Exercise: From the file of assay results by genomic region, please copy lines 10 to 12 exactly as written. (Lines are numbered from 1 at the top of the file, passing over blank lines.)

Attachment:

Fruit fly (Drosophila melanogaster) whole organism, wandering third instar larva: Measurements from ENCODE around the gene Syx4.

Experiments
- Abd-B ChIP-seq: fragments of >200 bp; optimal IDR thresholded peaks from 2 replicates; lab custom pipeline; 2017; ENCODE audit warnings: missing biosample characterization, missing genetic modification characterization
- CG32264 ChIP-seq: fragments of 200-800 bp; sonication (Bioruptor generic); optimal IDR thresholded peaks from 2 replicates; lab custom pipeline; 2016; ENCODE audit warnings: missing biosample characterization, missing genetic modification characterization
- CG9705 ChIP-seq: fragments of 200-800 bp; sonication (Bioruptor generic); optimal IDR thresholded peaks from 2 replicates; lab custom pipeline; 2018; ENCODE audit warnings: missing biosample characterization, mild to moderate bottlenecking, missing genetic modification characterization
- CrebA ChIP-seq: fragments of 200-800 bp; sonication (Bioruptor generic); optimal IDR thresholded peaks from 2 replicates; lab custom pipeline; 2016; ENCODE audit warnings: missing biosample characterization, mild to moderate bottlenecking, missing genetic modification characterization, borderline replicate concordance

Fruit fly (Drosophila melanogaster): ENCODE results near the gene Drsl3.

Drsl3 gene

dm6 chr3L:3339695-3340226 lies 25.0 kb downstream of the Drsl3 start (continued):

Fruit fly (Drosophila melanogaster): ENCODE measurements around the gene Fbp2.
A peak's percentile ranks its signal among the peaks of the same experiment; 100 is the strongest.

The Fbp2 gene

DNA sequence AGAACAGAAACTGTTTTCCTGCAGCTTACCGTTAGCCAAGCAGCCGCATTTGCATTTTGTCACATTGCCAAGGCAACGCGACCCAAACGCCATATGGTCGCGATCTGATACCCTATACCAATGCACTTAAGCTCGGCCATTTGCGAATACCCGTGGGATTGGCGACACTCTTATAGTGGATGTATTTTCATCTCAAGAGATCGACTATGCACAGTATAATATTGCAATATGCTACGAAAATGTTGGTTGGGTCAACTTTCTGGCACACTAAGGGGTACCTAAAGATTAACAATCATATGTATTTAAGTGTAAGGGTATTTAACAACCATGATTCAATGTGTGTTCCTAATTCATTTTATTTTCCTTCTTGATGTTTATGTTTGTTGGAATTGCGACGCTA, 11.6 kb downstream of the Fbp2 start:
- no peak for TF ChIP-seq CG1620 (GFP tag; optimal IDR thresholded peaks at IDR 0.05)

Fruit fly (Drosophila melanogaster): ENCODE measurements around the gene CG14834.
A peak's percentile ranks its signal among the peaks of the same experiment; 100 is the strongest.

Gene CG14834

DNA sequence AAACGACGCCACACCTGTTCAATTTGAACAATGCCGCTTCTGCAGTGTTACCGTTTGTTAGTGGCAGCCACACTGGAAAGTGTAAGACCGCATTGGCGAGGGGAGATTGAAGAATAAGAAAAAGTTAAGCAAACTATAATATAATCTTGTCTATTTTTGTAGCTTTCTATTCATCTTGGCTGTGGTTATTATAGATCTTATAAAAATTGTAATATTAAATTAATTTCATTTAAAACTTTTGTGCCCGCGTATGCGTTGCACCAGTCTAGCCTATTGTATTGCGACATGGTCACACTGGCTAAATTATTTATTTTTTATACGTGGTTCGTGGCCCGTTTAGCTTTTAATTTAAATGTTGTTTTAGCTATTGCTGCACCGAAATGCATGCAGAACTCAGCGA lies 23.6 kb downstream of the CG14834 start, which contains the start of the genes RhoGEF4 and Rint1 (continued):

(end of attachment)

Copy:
Fruit fly (Drosophila melanogaster): ENCODE measurements around the gene Fbp2.
A peak's percentile ranks its signal among the peaks of the same experiment; 100 is the strongest.

The Fbp2 gene